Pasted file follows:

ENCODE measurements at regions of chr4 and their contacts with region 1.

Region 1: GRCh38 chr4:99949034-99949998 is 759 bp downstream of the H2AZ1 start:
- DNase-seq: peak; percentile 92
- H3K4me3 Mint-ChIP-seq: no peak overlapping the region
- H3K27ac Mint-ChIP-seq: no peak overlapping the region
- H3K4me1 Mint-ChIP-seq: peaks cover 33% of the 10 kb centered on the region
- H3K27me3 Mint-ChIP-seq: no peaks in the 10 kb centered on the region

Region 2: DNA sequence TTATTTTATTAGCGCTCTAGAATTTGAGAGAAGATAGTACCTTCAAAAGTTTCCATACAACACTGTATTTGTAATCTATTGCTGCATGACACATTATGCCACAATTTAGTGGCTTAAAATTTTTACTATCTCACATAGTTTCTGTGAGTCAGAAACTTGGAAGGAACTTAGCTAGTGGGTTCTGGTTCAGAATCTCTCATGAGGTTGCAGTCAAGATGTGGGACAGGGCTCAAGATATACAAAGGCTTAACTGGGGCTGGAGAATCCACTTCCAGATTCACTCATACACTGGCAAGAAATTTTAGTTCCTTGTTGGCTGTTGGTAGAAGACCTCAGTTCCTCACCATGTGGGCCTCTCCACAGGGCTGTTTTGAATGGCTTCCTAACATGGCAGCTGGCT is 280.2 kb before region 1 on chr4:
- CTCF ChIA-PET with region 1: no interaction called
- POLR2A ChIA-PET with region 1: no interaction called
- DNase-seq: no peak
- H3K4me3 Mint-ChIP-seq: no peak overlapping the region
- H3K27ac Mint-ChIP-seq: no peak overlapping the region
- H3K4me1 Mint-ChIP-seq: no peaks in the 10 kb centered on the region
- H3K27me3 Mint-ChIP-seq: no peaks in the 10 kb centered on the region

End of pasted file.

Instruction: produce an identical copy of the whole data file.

ENCODE measurements at regions of chr4 and their contacts with region 1.

Region 1: GRCh38 chr4:99949034-99949998 is 759 bp downstream of the H2AZ1 start:
- DNase-seq: peak; percentile 92
- H3K4me3 Mint-ChIP-seq: no peak overlapping the region
- H3K27ac Mint-ChIP-seq: no peak overlapping the region
- H3K4me1 Mint-ChIP-seq: peaks cover 33% of the 10 kb centered on the region
- H3K27me3 Mint-ChIP-seq: no peaks in the 10 kb centered on the region

Region 2: DNA sequence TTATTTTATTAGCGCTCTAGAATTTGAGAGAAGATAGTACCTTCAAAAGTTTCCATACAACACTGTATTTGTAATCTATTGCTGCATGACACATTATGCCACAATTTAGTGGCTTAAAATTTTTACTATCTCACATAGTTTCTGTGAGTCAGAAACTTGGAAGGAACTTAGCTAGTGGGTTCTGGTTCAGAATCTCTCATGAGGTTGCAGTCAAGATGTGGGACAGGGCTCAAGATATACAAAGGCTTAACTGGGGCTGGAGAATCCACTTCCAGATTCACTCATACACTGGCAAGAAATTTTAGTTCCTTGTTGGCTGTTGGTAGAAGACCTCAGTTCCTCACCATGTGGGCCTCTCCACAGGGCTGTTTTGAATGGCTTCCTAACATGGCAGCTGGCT is 280.2 kb before region 1 on chr4:
- CTCF ChIA-PET with region 1: no interaction called
- POLR2A ChIA-PET with region 1: no interaction called
- DNase-seq: no peak
- H3K4me3 Mint-ChIP-seq: no peak overlapping the region
- H3K27ac Mint-ChIP-seq: no peak overlapping the region
- H3K4me1 Mint-ChIP-seq: no peaks in the 10 kb centered on the region
- H3K27me3 Mint-ChIP-seq: no peaks in the 10 kb centered on the region